Sex Cells are Matt Kilda and Willow Vincent, a duo that started their musical adventures as promoters, with live music nights featuring visual projections and experimental noise acts. Taking their inspiration from early synth pioneers such as Wendy Carlos and Delia Derbyshire, Sex Cells’ sound is a mix of Suicide, Psychic TV, and Art House cinema.
Their life as a band happened after the pair were ripped off in a house rental scam and consequently left completely penniless. They escaped to a rehearsal room in Peckham where they decided to document their predicament with a synth and battered drum kit. Soon after, Trashmouth Records introduced the pair to those at the centre of the same scene that The Fat White Family and Shame have risen through and since become stars of the London scene.
They still remain slightly homeless, couch surfing where they can and moving on every few months, their unique living conditions and struggling existence has created both a backdrop and theme for the tracks they produce. Finding musical allies in bands like Meatraffle and Madonnatron, Sex Cells have become regular fixtures at underground scene nights around London, sharing bills with the likes of The Rhythm Method and HMLTD.
What made you want to get into music?
It just felt kind of necessary, in terms of trying to communicate our frustrations. Music has always been there, as two people who have felt that connection with other songs and albums. It’s a really powerful medium.
What inspires you to write?
I think we feel a little lost in the world, and we have struggles that we both deal with personally. There’s a lot of pressure to contend with, so through music and art, we try to gain a little control over things, making our own moments on our own terms. Plus, we both love the symbiosis between sound, words, and visuals.
Who has had the most influence on your music?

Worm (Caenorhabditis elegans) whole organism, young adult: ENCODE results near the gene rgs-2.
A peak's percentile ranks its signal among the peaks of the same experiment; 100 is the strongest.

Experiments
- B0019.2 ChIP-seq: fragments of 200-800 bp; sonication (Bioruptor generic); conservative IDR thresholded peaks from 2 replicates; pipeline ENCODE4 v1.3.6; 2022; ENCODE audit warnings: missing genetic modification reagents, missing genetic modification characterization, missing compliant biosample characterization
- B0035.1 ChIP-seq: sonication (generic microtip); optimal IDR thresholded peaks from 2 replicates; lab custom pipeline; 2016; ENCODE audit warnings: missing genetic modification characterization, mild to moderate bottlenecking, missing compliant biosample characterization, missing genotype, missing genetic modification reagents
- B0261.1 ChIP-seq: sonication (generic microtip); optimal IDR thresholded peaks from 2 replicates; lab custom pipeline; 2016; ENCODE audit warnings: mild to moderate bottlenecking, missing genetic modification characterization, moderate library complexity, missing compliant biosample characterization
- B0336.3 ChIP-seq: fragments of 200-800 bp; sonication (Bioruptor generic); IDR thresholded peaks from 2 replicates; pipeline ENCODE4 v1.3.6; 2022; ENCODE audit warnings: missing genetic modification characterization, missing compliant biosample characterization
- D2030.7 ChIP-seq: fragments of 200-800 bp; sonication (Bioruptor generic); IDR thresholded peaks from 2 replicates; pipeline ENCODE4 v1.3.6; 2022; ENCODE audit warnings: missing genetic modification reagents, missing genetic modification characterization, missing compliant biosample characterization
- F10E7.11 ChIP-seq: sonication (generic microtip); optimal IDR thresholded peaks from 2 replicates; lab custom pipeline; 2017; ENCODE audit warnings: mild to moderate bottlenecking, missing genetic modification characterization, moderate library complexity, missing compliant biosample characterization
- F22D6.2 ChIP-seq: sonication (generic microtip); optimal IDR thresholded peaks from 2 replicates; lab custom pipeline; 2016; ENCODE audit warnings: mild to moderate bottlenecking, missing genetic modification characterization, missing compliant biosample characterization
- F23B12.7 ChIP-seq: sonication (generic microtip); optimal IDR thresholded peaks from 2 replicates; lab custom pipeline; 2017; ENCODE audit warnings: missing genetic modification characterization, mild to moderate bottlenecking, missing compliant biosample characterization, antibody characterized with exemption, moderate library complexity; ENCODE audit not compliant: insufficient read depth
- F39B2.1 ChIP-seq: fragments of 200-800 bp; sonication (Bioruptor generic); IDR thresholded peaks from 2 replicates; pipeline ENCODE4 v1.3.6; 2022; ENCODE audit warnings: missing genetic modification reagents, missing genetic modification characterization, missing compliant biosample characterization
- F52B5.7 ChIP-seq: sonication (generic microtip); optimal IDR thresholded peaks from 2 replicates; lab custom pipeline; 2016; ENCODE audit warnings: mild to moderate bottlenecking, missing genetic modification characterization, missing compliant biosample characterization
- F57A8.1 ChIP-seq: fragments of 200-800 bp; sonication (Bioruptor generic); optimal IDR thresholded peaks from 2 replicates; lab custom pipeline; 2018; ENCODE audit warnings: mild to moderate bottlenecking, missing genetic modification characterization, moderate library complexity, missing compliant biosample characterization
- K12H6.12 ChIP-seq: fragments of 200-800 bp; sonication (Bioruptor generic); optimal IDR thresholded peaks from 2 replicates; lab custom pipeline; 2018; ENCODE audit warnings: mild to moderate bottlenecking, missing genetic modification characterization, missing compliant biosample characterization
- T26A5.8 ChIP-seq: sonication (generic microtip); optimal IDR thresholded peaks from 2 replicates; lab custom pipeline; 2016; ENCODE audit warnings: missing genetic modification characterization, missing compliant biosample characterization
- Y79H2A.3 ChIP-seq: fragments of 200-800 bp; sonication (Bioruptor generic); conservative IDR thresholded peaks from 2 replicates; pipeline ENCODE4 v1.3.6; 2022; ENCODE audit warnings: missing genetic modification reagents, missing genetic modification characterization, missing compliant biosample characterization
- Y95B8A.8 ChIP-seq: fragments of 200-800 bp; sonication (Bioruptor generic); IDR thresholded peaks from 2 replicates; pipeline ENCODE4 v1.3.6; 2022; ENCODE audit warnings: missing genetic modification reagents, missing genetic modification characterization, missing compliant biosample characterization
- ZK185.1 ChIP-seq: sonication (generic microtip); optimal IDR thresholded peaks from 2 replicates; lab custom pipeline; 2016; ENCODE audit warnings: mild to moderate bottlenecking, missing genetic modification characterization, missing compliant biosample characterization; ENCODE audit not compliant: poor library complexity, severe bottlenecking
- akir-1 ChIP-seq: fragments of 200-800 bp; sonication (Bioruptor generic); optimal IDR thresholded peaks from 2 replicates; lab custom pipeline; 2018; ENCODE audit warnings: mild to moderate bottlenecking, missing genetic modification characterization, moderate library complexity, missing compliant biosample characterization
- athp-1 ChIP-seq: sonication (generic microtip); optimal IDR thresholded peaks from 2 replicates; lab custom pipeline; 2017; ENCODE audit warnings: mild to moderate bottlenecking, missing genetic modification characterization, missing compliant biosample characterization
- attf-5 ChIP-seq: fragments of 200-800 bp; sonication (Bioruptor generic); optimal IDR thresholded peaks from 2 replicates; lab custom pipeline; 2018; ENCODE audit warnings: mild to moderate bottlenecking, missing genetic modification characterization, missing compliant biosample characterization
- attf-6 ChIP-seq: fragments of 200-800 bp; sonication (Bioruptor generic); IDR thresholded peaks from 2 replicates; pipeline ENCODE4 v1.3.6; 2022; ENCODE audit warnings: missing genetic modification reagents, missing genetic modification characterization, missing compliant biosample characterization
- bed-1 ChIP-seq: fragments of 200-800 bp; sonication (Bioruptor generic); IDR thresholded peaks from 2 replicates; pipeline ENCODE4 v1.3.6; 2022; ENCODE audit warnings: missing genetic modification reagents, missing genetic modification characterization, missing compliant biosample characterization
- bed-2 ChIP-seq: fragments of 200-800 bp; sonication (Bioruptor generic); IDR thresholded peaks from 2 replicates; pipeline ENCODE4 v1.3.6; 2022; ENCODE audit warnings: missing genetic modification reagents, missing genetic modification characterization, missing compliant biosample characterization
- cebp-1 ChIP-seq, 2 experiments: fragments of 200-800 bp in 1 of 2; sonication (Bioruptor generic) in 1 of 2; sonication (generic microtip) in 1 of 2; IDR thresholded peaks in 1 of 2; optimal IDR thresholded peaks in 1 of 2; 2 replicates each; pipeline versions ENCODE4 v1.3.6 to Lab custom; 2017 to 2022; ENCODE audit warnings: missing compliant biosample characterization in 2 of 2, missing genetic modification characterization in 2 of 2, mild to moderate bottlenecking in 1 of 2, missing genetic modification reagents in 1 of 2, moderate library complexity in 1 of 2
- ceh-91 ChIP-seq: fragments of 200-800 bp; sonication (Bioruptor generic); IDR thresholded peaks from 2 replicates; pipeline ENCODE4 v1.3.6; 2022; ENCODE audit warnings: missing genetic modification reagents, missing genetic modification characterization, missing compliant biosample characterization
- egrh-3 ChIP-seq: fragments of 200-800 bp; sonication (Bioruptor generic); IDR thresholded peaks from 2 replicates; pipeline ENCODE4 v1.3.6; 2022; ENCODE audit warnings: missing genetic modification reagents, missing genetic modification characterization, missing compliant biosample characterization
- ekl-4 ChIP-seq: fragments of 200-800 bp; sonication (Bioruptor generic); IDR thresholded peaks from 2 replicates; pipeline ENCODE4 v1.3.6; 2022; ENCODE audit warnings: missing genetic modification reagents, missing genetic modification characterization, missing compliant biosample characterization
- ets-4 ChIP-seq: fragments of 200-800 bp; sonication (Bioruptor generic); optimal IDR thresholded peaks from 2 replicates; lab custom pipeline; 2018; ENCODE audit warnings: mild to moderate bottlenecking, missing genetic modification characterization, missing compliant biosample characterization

Probably each other, and what the other one is doing or feeling, has been reading or procrastinating about.
What has been the biggest challenge you have faced in your career so far?
Every stage feels like a struggle, to be honest, but it doesn’t outweigh our compulsion to continue doing what we do.
What has been the nicest thing ever written about you?
Um … Maybe that we’re a band documenting late-stage capitalism, although I think everyone is doing that, in a way, because we are collectively ‘it’, spewing our thoughts and lives out on the public stage.
What has been the best and worst gig you’ve ever played?
We’ve had plenty of strange gigs, but when it goes sideways, the only way to go is completely off the hook, which people have responded very positively toward. There have been a few shows where we’ve abandoned all hope of songs and descended into full-blown free-form industrial noise and primal screaming, which in itself is very liberating.
What is the last album you played on Spotify?
Not quite an album, but Jonnine Standish of HTRK’s wicked new EP, Super Natural.
If you could support any band who would it be and why?
So many… Fat White Family, Gazelle Twin, NIN, Kim Gordan, would be nice.
What other bands do we need to be checking out right now?
Scud FM, Sonic Eyes, Platonica Erotica, PREGOBLIN, MOLD, Giant Swan, Adult Entertainment.
Give us a few hints on what’s in store next for your band …
We’ve been recording with Dave Allen, with a focus on capturing the essence of the two of us in situ. Alongside that, we’ve been producing remixes of the tracks, complete dissections, which are more dance-orientated. Next year we hope to thrust it onto the world.
You can catch up with Sex Cells on Facebook, Twitter and Instagram, whilst their music can be streamed on all major platforms including Soundcloud, Spotify and YouTube. The duo play London’s Shacklewell Arms on the 16th of November.